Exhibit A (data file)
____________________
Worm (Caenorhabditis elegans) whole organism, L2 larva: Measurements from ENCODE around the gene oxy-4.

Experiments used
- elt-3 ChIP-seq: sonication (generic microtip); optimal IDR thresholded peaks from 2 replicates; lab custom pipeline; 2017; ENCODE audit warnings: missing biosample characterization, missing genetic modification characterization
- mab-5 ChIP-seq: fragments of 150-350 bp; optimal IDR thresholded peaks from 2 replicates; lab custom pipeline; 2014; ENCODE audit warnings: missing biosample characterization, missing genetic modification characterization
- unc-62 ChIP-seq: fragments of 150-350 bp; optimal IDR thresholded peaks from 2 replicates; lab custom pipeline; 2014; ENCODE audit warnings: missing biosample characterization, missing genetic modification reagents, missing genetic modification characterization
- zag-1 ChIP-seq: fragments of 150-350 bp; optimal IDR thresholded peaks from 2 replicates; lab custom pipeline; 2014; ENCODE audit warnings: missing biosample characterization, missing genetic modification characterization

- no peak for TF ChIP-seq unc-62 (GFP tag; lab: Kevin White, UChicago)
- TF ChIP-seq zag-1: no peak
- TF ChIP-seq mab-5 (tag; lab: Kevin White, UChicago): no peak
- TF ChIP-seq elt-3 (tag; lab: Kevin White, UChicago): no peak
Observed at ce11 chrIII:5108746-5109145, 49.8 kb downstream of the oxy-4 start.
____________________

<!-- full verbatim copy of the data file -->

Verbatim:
Worm (Caenorhabditis elegans) whole organism, L2 larva: Measurements from ENCODE around the gene oxy-4.

Experiments used
- elt-3 ChIP-seq: sonication (generic microtip); optimal IDR thresholded peaks from 2 replicates; lab custom pipeline; 2017; ENCODE audit warnings: missing biosample characterization, missing genetic modification characterization
- mab-5 ChIP-seq: fragments of 150-350 bp; optimal IDR thresholded peaks from 2 replicates; lab custom pipeline; 2014; ENCODE audit warnings: missing biosample characterization, missing genetic modification characterization
- unc-62 ChIP-seq: fragments of 150-350 bp; optimal IDR thresholded peaks from 2 replicates; lab custom pipeline; 2014; ENCODE audit warnings: missing biosample characterization, missing genetic modification reagents, missing genetic modification characterization
- zag-1 ChIP-seq: fragments of 150-350 bp; optimal IDR thresholded peaks from 2 replicates; lab custom pipeline; 2014; ENCODE audit warnings: missing biosample characterization, missing genetic modification characterization

- no peak for TF ChIP-seq unc-62 (GFP tag; lab: Kevin White, UChicago)
- TF ChIP-seq zag-1: no peak
- TF ChIP-seq mab-5 (tag; lab: Kevin White, UChicago): no peak
- TF ChIP-seq elt-3 (tag; lab: Kevin White, UChicago): no peak
Observed at ce11 chrIII:5108746-5109145, 49.8 kb downstream of the oxy-4 start.